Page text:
Latest Permian Stories
A research team from MIT has determined that the end-Permian extinction took place over 60,000 years — give or take 48,000 years. From a geologic perspective, that's nearly instantaneous.
In a recent study, large numbers of bryozoan and other typical marine fossils were discovered for the first time in the thick limestone layers and lenses of the upper part of the Linxi Formation of the Guandi section, Linxi County, eastern Inner Mongolia.
At the end of the Permian period, approximately 250 million years ago, a mass extinction occurred that was so severe it remains the most traumatic known species die-off in Earth's history.
The integration of Pangea that began during the early Permian period may have caused the environment to deteriorate, playing a role in the mass extinction event that occurred 250 million years ago.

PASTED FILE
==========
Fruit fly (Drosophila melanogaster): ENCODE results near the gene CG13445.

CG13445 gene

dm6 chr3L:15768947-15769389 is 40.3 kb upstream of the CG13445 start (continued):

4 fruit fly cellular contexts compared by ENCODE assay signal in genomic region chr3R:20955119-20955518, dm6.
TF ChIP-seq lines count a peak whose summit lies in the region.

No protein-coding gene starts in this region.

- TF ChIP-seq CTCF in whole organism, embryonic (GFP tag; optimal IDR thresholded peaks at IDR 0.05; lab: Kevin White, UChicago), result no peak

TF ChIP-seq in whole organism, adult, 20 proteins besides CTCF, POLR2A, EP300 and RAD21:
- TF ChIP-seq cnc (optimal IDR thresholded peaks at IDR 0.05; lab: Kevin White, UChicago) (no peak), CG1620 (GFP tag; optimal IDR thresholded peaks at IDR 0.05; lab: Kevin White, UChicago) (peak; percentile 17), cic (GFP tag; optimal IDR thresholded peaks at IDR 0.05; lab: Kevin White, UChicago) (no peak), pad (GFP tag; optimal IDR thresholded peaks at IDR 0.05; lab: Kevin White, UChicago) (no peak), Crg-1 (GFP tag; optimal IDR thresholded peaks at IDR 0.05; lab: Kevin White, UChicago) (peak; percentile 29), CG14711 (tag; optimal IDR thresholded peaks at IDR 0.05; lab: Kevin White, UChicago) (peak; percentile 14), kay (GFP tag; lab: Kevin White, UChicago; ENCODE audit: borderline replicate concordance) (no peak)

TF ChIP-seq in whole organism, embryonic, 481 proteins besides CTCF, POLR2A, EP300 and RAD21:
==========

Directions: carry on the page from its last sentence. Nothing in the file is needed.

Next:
Scientists say they have discovered a 350-million-year-old scorpion fossil, recovered from Devonian formation layers in Grahamstown, South Africa.
Mass extinction certainly sounds like it would be the end of the line, and perhaps even evoke images of the end of the world. However, new research suggests that the end can also be the beginning.
A new study examines how a group of ancient mammalian relatives coped with a mass extinction event in the prehistoric past as a way to glimpse into the potential future.
Pangea, a single supercontinent, dominated the Earth during the Permian era with animal and plant life dispersed broadly across the land. This disbursement is documented by identical fossil species found on multiple modern continents.
- Large; stout; burly.